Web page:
Employees who have had the disease the vaccine is intended to prevent might claim they have natural immunity and should be exempt from the vaccine requirement. In most cases, getting the vaccine will actually increase an individual’s protection.
It is also extremely difficult to verify whether an employee has been previously infected. This is why I recommend employers not distinguish between employees who were previously infected and those who are simply not yet vaccinated. Under your policy, treat both as unvaccinated employees.
Employees might argue that providing their employer with medical records is a violation of the Health Insurance Portability and Accountability Act (HIPAA). However, HIPAA only protects a patient’s confidential health information from disclosure by professionals and companies in the healthcare industry.
Employers are free to ask and require a worker to disclose their vaccination status. This is how your company ensures a safe work environment for all employees. If an employee refuses to disclose and provide documentation of their vaccination status, treat them as unvaccinated.
How to Evaluate a Request for Accommodation
You must engage in an interactive process whenever an accommodation request is made. The failure to do so could lead to legal repercussions.
To determine if you can provide a reasonable accommodation, consider the following:
- The type of accommodation requested by the employee
- Their job title and description
- The duration of their request
- Whether the requested accommodation would eliminate the risk to the workplace
- Whether the requested accommodation would create more than a minor burden to your business
The last bullet point will most often allow you to deny an accommodation request. If an employee’s job requires them to work in person, allowing them to work remotely would mean changing their essential responsibilities, causing undue hardship to your company. It is also not your responsibility to accommodate an employee’s political, philosophical, or general objections to a vaccine.
COVID-19 and Some Required Vaccines
In the News: COVID-19 added a wrinkle to already existing company vaccine policies. Under proposed rules from the Biden Administration, nearly 100 million American workers would be subject to a new Occupational Safety and Health Administration (OSHA) rule that mandates all businesses with 100 or more employees require their employees to either get a COVID-19 vaccine or face mandatory weekly testing.
OSHA can create a new rule based on anticipated “grave danger” to worker safety. Any company that ignores this rule could face OSHA fines of up to $14,000 per violation. Especially for small businesses, figuring out whether you’re required to mandate vaccines under the Biden Administration’s policy can be confusing.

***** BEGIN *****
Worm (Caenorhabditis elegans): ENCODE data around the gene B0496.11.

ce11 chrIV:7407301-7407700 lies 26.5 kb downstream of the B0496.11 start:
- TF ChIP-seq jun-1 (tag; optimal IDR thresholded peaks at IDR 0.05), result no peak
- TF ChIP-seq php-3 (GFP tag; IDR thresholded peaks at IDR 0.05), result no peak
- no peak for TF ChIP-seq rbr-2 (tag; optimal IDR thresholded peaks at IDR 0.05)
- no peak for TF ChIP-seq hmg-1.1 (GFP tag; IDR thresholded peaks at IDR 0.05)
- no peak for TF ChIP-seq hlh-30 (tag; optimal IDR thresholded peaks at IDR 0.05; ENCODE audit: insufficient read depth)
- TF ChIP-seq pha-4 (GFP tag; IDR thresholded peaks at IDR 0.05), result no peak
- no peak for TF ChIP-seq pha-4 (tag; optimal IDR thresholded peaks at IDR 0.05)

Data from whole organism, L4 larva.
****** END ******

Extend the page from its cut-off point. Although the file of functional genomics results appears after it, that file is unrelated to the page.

Two-thirds of American businesses fall into the small business category, where this rule applies. Many office-based employees and some employers don’t even realize they are subject to OSHA regulations. In short time, the majority of US small businesses will need to have a vaccination policy, which may be required well beyond COVID-19.
There are numerous vaccines in wide use today, some required by employers. These include:
- Hepatitis B
- Influenza Type B
- Seasonal Influenza
- Human Papillomavirus (HPV)
We discussed many legal implications above, but there’s one more worth calling out specifically: fairness. As a small business, you may not be able to avoid every legal headache and certainly cannot prevent an employee from filing a lawsuit. You can, however, take proactive steps to reduce the legal hurdles you face regarding your vaccine policy. You can do this by treating all employees fairly according to your policy.
Being fair, however, doesn’t mean that you have to treat every employee exactly the same. Depending on your business, you may even be able to separate classes of employees. This could give you the freedom to mandate vaccines for some types of employees (e.g., office workers) and recommend vaccines for other types of employees (e.g., warehouse workers).
If an employee violates your vaccination policy, there is legal support for terminating them. Courts have recently sided with companies that have terminated employees who refused to get a vaccine, per company policy. Exploring accommodation options before termination, however, will give your company better legal footing. Besides, you have a legitimate business reason for terminating them—unvaccinated employees make it harder for you to provide a safe workplace.
It’s cliche but bears repeating: treat all employees fairly. Your vaccination policy is important because it acts as your guide, giving you a process to follow. The best way to avoid legal headaches is to follow the policy in every situation and to engage in an interactive process with your employees when they request accommodation.